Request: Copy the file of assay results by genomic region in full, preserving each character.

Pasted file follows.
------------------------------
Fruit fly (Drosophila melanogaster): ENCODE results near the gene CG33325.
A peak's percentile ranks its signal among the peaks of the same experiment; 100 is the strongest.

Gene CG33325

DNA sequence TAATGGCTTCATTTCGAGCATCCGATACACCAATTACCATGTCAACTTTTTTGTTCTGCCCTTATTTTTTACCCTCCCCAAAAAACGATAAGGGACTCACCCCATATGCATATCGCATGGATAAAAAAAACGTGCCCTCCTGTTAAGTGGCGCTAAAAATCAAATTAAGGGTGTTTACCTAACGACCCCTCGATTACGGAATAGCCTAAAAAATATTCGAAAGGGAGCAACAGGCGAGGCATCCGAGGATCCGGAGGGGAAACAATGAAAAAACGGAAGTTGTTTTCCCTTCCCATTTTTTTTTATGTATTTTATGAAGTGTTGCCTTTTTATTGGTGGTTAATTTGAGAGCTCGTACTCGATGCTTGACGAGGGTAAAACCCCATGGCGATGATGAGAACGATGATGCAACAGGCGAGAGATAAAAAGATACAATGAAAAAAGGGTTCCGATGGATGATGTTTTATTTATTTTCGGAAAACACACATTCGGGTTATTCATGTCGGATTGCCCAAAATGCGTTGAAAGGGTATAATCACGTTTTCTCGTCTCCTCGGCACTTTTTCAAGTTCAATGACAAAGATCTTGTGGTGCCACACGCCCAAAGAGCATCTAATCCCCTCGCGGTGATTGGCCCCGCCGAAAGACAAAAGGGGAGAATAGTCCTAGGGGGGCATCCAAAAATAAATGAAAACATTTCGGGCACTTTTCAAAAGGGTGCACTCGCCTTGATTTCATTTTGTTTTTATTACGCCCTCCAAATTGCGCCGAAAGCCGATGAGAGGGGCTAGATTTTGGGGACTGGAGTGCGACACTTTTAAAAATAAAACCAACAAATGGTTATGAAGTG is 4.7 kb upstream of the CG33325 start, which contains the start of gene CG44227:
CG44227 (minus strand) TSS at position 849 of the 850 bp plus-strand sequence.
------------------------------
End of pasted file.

Fruit fly (Drosophila melanogaster): ENCODE results near the gene CG33325.
A peak's percentile ranks its signal among the peaks of the same experiment; 100 is the strongest.

Gene CG33325

DNA sequence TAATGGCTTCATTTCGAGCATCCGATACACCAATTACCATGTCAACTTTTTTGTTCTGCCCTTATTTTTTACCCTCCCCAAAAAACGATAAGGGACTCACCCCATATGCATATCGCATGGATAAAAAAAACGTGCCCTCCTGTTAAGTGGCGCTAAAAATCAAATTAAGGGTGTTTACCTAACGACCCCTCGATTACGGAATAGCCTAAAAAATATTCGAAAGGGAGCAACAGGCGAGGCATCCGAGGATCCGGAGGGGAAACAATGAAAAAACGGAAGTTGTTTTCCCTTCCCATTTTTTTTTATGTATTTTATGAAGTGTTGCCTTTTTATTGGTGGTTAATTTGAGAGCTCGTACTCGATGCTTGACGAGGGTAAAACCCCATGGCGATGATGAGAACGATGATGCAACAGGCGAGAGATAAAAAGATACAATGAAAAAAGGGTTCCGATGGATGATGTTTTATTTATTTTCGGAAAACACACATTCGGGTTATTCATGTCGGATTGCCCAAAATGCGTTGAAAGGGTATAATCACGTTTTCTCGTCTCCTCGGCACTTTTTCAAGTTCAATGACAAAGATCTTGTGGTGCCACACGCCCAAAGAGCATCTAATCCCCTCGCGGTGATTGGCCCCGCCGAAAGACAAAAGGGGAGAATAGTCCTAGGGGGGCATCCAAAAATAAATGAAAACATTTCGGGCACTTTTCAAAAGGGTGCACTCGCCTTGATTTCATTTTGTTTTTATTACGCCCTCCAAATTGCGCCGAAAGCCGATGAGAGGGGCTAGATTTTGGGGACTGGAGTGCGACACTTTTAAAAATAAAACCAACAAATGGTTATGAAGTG is 4.7 kb upstream of the CG33325 start, which contains the start of gene CG44227:
CG44227 (minus strand) TSS at position 849 of the 850 bp plus-strand sequence.